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Hodgson v. Minnesota

The Lower Courts Rule

In 1986, the U.S. District Court for the District of Minnesota issued its first decision in the case. It struck down as unconstitutional two of the three key parts of the law: the parental notification requirement and the 48-hour waiting period. Although it did hold that the judicial bypass provision of the law complied with the Constitution, the district court enjoined the state of Minnesota from enforcing the law in its entirety. The state then took its case to the U.S. court of appeals. The court of appeals agreed with the district court that parental notification without the possibility of judicial bypass violated the U.S. Constitution. However, it held that both the 48-hour waiting period and the notification requirement with judicial bypass provision passed constitutional muster. Accordingly, it reversed the district court decision. The original petitioners then appealed to the U.S. Supreme Court.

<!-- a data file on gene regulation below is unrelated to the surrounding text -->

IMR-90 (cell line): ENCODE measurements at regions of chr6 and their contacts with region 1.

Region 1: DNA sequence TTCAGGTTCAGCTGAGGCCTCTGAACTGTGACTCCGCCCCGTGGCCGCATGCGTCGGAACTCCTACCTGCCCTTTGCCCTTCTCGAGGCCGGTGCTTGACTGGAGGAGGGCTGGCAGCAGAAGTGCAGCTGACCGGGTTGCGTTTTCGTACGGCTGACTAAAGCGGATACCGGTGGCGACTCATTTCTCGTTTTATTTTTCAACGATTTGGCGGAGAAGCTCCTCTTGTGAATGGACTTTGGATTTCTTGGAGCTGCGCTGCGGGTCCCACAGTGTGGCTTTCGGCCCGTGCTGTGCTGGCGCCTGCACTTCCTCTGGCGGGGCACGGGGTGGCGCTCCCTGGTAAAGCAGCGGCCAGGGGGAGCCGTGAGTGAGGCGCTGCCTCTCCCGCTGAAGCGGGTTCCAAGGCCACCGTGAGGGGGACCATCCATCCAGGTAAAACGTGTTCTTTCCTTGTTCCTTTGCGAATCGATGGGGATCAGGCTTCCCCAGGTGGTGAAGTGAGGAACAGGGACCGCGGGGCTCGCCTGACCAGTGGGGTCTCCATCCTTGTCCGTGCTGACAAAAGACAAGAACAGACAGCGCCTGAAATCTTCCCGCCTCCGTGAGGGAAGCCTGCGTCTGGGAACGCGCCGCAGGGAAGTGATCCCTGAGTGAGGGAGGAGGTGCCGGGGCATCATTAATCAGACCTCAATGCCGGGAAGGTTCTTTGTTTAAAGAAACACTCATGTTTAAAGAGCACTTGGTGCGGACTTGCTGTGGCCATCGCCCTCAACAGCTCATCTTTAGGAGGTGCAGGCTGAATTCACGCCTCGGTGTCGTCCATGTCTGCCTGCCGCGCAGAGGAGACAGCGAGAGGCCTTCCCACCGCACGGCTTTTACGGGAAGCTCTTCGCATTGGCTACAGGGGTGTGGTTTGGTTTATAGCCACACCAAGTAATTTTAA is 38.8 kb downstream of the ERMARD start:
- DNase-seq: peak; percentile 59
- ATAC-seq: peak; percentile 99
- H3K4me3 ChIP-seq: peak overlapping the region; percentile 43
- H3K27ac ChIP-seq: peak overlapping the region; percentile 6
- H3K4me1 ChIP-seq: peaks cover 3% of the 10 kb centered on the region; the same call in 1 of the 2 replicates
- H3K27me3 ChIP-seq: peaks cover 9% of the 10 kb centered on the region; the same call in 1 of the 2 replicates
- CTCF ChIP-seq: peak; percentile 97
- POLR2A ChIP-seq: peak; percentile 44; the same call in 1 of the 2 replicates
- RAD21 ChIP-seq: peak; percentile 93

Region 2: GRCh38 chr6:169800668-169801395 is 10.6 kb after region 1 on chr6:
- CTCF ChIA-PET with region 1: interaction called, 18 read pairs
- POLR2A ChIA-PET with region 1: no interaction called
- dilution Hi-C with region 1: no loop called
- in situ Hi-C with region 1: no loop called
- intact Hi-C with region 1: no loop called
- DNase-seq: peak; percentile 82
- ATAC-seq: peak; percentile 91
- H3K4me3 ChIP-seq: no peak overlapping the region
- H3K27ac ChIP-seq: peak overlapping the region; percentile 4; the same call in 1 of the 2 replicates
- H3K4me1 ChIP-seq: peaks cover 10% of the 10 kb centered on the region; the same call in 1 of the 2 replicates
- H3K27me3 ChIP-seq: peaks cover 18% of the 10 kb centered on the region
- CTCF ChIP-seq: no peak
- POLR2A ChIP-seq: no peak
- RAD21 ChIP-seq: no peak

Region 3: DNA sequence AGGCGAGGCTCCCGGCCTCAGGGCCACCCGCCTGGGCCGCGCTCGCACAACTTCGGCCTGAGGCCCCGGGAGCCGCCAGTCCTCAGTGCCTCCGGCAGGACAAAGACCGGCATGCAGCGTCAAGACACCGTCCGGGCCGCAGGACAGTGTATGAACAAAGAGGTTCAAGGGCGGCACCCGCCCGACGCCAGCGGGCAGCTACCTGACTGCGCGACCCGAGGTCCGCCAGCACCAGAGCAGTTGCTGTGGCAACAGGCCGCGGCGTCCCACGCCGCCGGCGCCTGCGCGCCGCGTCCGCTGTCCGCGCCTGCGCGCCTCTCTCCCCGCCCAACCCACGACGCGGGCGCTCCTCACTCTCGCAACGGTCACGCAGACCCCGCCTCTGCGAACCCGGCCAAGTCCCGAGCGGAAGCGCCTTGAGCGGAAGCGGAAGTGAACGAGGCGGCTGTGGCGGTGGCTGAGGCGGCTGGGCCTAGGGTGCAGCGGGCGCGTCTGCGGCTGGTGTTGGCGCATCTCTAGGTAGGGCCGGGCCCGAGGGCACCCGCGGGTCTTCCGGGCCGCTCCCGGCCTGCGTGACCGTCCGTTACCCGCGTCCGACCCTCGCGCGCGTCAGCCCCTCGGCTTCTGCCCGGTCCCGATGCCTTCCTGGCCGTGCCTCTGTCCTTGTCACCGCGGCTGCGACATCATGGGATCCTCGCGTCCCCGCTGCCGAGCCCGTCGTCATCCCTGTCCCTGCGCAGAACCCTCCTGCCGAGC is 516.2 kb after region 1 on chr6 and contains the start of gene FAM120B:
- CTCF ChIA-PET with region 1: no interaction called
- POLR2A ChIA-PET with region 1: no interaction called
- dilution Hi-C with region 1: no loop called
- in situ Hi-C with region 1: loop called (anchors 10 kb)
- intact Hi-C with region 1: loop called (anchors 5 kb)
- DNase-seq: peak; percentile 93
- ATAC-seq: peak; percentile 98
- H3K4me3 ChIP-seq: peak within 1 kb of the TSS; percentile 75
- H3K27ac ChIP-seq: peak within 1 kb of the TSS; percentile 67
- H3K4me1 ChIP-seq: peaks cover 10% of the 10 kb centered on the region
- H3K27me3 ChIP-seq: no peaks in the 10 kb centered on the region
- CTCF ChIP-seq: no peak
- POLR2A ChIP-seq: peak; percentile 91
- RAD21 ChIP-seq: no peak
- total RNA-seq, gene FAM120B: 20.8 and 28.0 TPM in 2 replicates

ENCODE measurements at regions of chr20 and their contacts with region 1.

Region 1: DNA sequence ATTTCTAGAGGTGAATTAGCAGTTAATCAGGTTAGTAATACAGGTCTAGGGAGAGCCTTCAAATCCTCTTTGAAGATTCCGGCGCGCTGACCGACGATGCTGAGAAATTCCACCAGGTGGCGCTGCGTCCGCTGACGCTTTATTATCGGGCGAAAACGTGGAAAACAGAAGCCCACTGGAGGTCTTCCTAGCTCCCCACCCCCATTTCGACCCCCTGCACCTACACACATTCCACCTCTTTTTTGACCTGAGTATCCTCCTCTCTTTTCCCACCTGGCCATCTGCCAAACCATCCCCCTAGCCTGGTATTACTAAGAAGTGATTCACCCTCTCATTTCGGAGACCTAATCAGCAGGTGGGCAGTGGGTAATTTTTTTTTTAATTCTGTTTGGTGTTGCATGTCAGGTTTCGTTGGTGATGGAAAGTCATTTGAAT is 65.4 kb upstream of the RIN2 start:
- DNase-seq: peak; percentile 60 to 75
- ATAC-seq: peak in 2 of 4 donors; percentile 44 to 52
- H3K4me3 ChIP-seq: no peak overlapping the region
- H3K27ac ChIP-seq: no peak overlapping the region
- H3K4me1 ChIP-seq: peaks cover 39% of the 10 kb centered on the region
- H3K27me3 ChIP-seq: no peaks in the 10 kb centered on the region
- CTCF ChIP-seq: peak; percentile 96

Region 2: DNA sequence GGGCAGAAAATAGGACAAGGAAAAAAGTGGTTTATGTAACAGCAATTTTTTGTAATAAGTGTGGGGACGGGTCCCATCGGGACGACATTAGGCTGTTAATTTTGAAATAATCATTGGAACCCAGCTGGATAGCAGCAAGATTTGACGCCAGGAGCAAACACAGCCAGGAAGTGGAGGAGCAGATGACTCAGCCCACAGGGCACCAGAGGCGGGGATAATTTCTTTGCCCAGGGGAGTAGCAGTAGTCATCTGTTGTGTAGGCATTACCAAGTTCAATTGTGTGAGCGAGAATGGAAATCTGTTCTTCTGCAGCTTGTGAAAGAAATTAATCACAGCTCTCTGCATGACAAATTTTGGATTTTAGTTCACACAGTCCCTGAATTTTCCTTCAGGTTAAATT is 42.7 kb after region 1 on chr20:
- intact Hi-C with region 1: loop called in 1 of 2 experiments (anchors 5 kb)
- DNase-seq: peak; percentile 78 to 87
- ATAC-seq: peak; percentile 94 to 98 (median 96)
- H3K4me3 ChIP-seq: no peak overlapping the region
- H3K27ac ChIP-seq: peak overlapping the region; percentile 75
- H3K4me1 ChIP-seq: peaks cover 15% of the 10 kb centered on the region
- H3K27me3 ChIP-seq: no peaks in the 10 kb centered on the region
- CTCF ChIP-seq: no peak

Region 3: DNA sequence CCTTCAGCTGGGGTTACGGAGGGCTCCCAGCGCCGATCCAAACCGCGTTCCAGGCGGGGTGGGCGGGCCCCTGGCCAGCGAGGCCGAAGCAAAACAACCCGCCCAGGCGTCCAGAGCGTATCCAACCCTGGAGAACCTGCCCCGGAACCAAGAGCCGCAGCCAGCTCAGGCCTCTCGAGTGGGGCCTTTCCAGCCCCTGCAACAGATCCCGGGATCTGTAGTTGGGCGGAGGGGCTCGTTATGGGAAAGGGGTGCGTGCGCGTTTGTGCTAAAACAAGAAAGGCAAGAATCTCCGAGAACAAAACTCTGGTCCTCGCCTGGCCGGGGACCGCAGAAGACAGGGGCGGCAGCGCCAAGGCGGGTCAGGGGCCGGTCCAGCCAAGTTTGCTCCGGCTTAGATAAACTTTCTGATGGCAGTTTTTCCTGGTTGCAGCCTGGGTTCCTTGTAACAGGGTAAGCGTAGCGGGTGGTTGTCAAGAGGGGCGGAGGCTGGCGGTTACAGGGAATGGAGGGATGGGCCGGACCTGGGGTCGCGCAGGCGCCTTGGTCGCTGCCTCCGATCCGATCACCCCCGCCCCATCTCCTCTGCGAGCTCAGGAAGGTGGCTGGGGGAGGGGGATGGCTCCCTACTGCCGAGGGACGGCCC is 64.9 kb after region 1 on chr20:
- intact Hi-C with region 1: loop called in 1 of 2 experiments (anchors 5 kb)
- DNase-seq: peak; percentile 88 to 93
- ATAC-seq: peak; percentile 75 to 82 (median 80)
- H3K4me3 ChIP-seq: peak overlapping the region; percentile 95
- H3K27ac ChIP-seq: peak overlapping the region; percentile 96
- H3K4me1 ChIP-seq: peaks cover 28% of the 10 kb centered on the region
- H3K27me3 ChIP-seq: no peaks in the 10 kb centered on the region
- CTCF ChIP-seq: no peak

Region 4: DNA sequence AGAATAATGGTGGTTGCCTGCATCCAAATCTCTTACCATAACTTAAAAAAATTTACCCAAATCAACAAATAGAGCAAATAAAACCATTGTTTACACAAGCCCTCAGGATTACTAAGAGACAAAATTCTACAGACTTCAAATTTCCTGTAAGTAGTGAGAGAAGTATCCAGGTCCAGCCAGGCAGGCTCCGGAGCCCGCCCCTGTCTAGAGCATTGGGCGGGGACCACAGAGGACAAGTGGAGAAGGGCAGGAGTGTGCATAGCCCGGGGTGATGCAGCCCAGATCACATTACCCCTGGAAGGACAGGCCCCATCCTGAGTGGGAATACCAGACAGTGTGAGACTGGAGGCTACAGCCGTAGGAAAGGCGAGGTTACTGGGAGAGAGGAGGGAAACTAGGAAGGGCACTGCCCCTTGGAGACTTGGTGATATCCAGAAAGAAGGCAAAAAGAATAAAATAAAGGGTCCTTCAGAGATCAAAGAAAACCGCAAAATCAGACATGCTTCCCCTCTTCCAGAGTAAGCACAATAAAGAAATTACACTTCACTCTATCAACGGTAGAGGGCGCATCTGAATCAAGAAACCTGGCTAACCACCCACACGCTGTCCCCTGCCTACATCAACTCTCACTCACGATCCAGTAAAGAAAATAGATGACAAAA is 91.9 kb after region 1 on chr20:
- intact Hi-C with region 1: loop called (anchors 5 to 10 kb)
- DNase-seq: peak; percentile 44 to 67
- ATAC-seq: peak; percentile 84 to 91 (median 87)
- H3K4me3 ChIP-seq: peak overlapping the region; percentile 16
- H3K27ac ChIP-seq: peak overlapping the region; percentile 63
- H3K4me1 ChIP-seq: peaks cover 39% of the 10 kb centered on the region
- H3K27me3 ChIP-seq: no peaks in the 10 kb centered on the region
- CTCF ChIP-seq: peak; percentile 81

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Law Library - American Law and Legal InformationNotable Trials and Court Cases - 1989 to 1994Hodgson v. Minnesota - Judicial Background, The Case At Hand, The Lower Courts Rule, The Supreme Court Affirms The Court Of Appeals Decision